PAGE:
Developed by Finnish company Microtask

Ville Miettinen
Harri Holopainen
Otto Chrons
Panu Wilska

All Microtask personnel have email addresses in the form
Joint project run by the National Library of Finland and Microtask. Goal is to index the library's enormous archives so that they are searchable on the Internet. The current project consists of the National Library's archive of the issues of the newspaper Aamulehti from the end of the 19th century.

Playing games in Digitalkoot fixes mistakes in index of old Finnish newspapers. This greatly increases the accuracy of text-based searches of the newspaper archives.
So far 84,939 people have visited the Digitalkoot web site. Volunteers have contributed a total of 249,370 minutes (5,208,490 microtasks) of their time.
Target group: Users who spend time on online gaming (increasing, see
thx @charlotteshj)

Low barrier and high value: Contribute valuable data by playing fun and easy games – combining business and pleasure.

Originally developed at Carnegie Mellon University that uses CAPTCHA to help digitize the text of books while protecting websites from bots attempting to access restricted areas. Acquired by Google in 2009.
A free CAPTCHA service that helps to digitize books, newspapers and old time radio shows.

About 200 million CAPTCHAs are solved by humans around the world every day. In each case, roughly ten seconds of human time are being spent. Individually, that's not a lot of time, but in aggregate these little puzzles consume more than 150,000 hours of work each day. What if we could make positive use of this human effort? reCAPTCHA does exactly that by channeling the effort spent solving CAPTCHAs online into "reading" books.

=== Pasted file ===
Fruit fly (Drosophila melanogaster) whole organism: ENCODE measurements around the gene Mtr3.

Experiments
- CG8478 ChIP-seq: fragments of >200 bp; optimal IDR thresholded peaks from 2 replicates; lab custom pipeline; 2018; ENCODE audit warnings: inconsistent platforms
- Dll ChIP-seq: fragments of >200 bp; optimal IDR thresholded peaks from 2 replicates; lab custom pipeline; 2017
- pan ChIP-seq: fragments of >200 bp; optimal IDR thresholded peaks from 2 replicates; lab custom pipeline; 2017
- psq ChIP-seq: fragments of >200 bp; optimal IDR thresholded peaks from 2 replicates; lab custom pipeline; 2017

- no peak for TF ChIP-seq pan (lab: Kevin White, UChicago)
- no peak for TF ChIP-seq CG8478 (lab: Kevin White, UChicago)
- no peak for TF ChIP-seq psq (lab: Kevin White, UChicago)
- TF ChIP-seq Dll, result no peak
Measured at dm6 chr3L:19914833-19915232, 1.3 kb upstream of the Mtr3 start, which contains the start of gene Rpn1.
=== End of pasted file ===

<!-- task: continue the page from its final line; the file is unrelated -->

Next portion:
The system is reported to display over 200 million CAPTCHAs every day.

Among its subscribers are sites as Facebook, TicketMaster, Twitter, 4chan,, and StumbleUpon.
Target group: All web users come across CAPTCHAs on a daily basis

Minimal effort – huge outcome:
If you run a website that suffers from problems with spam, you can put reCAPTCHA on your site.

Easy-to-use code for common web programming languages such as PHP. For some applications (such as Wordpress and Mediawiki) plugins allow you to use reCAPTCHA without writing any code.

Provided by The Open University as part of the OPAL project, which is funded by the National Lottery through the Big Lottery Fund.

The OU’s mission is to be open to people, places, methods and ideas. Find out about our open admissions policy and services for disabled students, how we are widening participation in education and making learning resources available free of charge - without sacrificing quality.

Contact: Doug Clow
A website aimed at helping anyone identify anything in nature.

Once you've registered, you can add an observation to the website and suggest an identification yourself or see if anyone else can identify it for you.

You can also help others by adding an identification to an existing observation, which you may like to do as your knowledge grows. Your reputation on the site will grow as people agree with you identifications.
Statistics – TBD